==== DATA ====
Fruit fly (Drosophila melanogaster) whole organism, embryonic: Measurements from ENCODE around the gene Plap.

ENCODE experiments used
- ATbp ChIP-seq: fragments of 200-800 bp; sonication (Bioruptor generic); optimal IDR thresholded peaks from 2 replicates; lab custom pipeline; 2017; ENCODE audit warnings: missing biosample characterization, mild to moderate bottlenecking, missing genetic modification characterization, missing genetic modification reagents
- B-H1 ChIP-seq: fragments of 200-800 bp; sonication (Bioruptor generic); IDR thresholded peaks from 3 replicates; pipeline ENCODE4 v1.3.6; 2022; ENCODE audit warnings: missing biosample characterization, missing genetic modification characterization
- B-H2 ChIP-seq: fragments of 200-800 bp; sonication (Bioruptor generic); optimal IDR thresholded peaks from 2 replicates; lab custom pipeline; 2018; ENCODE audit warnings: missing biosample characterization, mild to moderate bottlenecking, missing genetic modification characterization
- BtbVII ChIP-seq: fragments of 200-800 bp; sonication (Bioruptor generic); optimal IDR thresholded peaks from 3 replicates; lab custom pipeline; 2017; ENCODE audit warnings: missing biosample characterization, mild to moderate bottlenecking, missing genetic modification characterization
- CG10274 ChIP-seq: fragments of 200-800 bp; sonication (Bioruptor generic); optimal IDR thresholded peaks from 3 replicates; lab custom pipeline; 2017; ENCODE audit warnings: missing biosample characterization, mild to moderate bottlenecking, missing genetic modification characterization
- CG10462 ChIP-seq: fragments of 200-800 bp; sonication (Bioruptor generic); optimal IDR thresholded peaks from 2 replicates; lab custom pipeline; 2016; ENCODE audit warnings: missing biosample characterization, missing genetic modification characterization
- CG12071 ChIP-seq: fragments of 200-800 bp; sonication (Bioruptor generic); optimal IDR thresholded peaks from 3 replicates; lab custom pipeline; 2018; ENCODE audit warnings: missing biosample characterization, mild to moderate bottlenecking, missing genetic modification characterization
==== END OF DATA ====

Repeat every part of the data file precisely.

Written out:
Fruit fly (Drosophila melanogaster) whole organism, embryonic: Measurements from ENCODE around the gene Plap.

ENCODE experiments used
- ATbp ChIP-seq: fragments of 200-800 bp; sonication (Bioruptor generic); optimal IDR thresholded peaks from 2 replicates; lab custom pipeline; 2017; ENCODE audit warnings: missing biosample characterization, mild to moderate bottlenecking, missing genetic modification characterization, missing genetic modification reagents
- B-H1 ChIP-seq: fragments of 200-800 bp; sonication (Bioruptor generic); IDR thresholded peaks from 3 replicates; pipeline ENCODE4 v1.3.6; 2022; ENCODE audit warnings: missing biosample characterization, missing genetic modification characterization
- B-H2 ChIP-seq: fragments of 200-800 bp; sonication (Bioruptor generic); optimal IDR thresholded peaks from 2 replicates; lab custom pipeline; 2018; ENCODE audit warnings: missing biosample characterization, mild to moderate bottlenecking, missing genetic modification characterization
- BtbVII ChIP-seq: fragments of 200-800 bp; sonication (Bioruptor generic); optimal IDR thresholded peaks from 3 replicates; lab custom pipeline; 2017; ENCODE audit warnings: missing biosample characterization, mild to moderate bottlenecking, missing genetic modification characterization
- CG10274 ChIP-seq: fragments of 200-800 bp; sonication (Bioruptor generic); optimal IDR thresholded peaks from 3 replicates; lab custom pipeline; 2017; ENCODE audit warnings: missing biosample characterization, mild to moderate bottlenecking, missing genetic modification characterization
- CG10462 ChIP-seq: fragments of 200-800 bp; sonication (Bioruptor generic); optimal IDR thresholded peaks from 2 replicates; lab custom pipeline; 2016; ENCODE audit warnings: missing biosample characterization, missing genetic modification characterization
- CG12071 ChIP-seq: fragments of 200-800 bp; sonication (Bioruptor generic); optimal IDR thresholded peaks from 3 replicates; lab custom pipeline; 2018; ENCODE audit warnings: missing biosample characterization, mild to moderate bottlenecking, missing genetic modification characterization